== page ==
Put the strained tapioca into a large mixing bowl. Then add the reserved tapioca starch. Add sugar, beaten eggs and salt.
  4. Stir well until the sugar dissolved. Knead, squeeze and twist pandan leaves into mixture till completely crushed.
    Stir well until the sugar dissolved. Knead, squeeze and twist pandan leaves into mixture till completely crushed.
  5. Then add in the coconut milk and water. Mix thoroughly. Discard the pandan leaves after that.
    Then add in the coconut milk and water. Mix thoroughly. Discard the pandan leaves after that.
  6. Pour batter into cake tin in a circular motion as you pour. Smooth the top with a spatula and make sure batter is evenly mixed.
    Pour batter into cake tin in a circular motion as you pour. Smooth the top with a spatula and make sure batter is evenly mixed.
  7. Bake in preheated oven for 11/4 hours or until top is golden brown. Do not over bake or the cake will be dry and tough.
    Bake in preheated oven for 11/4 hours or until top is golden brown. Do not over bake or the cake will be dry and tough.
  8. Remove cake from oven and cool on wire rack about 30 minutes. Unmould and leave the cake on wire rack to cool completely (about 1 hour).
    Remove cake from oven and cool on wire rack about 30 minutes. Unmould and leave the cake on wire rack to cool completely (about 1 hour).
  9. Using an oiled knife, cut tapioca cake into neat cube or rectangle pieces. Serve at room temperature.
    Using an oiled knife, cut tapioca cake into neat cube or rectangle pieces. Serve at room temperature.
Notes

For leftovers, wrap and refrigerate. Cut and rebake till thoroughly heated and soft.
Avoid grating the tough fibre that runs down the centre of the tuber. It's best to remove this fibrous core as it will cause bitterness in the cake if the tapioca is not fully baked.

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Leave a Comment

10 comments

Kamariah Jamaludin September 17, 2020 - 10:12 pm

Thanks so much Huang for sharing the tapioca cake recipe.Turned out very well, I lessen the water suggested in the recipe tho…Thanks again

Reply
Julina September 4, 2020 - 7:58 am

Thank you so much for sharing this recipe. Its really spot on and the clarity of the photos help so much. These are a big hit in my home.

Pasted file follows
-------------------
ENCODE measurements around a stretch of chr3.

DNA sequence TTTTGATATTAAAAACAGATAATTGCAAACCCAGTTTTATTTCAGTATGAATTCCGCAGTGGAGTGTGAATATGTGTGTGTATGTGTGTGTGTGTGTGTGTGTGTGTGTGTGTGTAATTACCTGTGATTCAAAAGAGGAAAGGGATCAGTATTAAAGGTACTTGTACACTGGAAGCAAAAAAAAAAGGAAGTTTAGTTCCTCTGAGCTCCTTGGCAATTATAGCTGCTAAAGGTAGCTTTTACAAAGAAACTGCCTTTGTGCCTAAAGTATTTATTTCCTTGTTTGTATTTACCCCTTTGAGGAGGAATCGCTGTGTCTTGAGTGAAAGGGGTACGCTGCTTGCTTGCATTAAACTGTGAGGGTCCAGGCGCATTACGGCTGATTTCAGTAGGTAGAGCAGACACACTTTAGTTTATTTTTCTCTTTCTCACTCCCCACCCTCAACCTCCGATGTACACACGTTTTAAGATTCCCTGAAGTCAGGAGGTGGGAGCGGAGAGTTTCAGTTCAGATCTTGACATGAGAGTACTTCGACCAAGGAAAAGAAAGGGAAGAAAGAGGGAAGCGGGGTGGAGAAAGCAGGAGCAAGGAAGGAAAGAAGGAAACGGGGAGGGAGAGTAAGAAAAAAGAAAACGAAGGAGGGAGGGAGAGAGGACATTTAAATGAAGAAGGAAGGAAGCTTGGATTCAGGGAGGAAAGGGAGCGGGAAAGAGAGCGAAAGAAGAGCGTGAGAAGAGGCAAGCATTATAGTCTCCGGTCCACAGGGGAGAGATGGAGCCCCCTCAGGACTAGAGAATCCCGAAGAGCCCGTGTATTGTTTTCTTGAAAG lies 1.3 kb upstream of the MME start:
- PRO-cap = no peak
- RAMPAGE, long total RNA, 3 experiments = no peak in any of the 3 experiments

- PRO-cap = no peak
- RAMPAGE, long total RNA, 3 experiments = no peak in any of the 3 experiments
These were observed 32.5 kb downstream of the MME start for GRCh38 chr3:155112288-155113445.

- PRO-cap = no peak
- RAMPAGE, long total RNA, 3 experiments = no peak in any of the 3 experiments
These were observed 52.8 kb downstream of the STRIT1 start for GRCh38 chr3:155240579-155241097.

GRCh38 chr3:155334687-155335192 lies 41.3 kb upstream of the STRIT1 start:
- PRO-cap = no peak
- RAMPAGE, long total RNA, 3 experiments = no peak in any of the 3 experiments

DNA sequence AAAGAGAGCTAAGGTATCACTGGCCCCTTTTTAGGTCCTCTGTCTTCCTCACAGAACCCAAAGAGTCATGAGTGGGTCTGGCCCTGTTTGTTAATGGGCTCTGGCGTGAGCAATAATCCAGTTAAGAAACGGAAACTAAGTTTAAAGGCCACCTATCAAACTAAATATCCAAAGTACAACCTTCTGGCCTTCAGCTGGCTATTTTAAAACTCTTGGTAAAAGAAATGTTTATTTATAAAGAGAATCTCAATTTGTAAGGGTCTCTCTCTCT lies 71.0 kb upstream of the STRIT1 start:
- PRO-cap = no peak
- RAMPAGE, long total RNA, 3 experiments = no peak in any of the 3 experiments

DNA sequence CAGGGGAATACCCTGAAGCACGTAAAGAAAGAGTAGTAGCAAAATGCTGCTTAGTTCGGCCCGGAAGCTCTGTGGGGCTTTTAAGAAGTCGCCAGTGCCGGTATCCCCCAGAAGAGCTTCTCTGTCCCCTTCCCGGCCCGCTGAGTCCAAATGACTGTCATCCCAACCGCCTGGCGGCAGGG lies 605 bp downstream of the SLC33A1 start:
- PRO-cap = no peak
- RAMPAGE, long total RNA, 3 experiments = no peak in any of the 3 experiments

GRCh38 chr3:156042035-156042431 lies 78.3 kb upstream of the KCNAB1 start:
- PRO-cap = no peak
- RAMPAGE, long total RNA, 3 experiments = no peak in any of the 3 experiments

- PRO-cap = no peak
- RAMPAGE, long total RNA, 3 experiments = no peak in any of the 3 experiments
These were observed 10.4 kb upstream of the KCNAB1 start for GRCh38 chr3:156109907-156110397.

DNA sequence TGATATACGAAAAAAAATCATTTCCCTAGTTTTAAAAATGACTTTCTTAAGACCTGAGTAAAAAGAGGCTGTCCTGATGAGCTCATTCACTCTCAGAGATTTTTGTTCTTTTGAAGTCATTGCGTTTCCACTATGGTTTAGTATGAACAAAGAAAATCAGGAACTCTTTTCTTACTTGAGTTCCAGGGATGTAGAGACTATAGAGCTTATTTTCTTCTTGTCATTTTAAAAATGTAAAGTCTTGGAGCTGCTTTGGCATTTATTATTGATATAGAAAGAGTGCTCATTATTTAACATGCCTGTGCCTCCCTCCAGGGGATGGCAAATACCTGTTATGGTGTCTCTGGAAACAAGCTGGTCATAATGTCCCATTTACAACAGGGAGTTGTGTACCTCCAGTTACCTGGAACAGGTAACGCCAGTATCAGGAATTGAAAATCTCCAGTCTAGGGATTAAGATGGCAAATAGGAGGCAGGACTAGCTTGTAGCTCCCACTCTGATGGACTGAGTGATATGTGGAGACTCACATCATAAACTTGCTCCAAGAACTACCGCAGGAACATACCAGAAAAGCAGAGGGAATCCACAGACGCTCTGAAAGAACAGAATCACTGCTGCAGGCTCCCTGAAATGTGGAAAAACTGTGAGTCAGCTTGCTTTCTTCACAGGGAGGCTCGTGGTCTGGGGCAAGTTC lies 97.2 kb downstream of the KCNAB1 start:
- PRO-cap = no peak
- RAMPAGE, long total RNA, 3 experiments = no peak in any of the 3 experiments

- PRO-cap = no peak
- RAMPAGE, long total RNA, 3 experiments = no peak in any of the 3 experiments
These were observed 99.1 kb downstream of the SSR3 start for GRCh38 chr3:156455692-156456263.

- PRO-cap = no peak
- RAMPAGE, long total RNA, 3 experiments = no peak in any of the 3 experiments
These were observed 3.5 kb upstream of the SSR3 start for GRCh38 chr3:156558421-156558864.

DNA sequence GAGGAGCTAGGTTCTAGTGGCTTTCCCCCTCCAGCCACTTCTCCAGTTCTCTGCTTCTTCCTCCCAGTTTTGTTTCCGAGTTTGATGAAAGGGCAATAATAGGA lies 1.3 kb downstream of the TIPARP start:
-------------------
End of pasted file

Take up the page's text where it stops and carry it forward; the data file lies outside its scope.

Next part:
Reply
Angie Liew September 7, 2020 - 12:49 pm

You are most welcome.Great to know:)

Reply
Rinjani Saraswati August 29, 2020 - 9:54 pm

I’ve experienced eating this such a yummy Kuih in Australia, and didn’t know the name. The Lady who sold Kuih was very friendly. I bought it everyday, and I become her loyal and favorite customer. She truly made the Kuih was very very nice. But, I think I would try to make my own after opening your blog. THANK you very much. Your description amd method are very clear to me. I wish I could get the Cassava easily here. Cheers.

Reply
Angie Liew September 1, 2020 - 9:40 am

Yes, its a very simple recipe. Let me know how it turned out. Thanks for viewing.

Reply
Lai Peng Chin June 23, 2020 - 2:12 pm

Helo Angie, thank you for the very detailed recipe. Did you removed the “vein” from the topioca tubes because I understand the vein will produce a bitter taste to the kuih if not removed.
Thank you.

Reply
Soh May 8, 2020 - 10:00 am

If i were to use Stevia (a sweetener) as I am making the keuh for a person with diabetes, will the cake caramelize?

Reply
Angie Liew May 8, 2020 - 10:26 pm

Hi, you can reduce the sugar with stevia (mind the conversion) when making this tapioca cake. But I think it’s best to leave at least 1/4 cup of sugar in the recipe as this helps with browning and provide texture.Thanks

Reply
Avis Stein July 7, 2015 - 8:49 am

Looks good. I have not heard of yellow tapioca. What does it looks like before it is peeled?

Reply
Angie Liew July 7, 2015 - 9:09 am

It look just the same as any tapioca. Only after it’s peeled, then you can see that the flesh is yellowish in colour.

Reply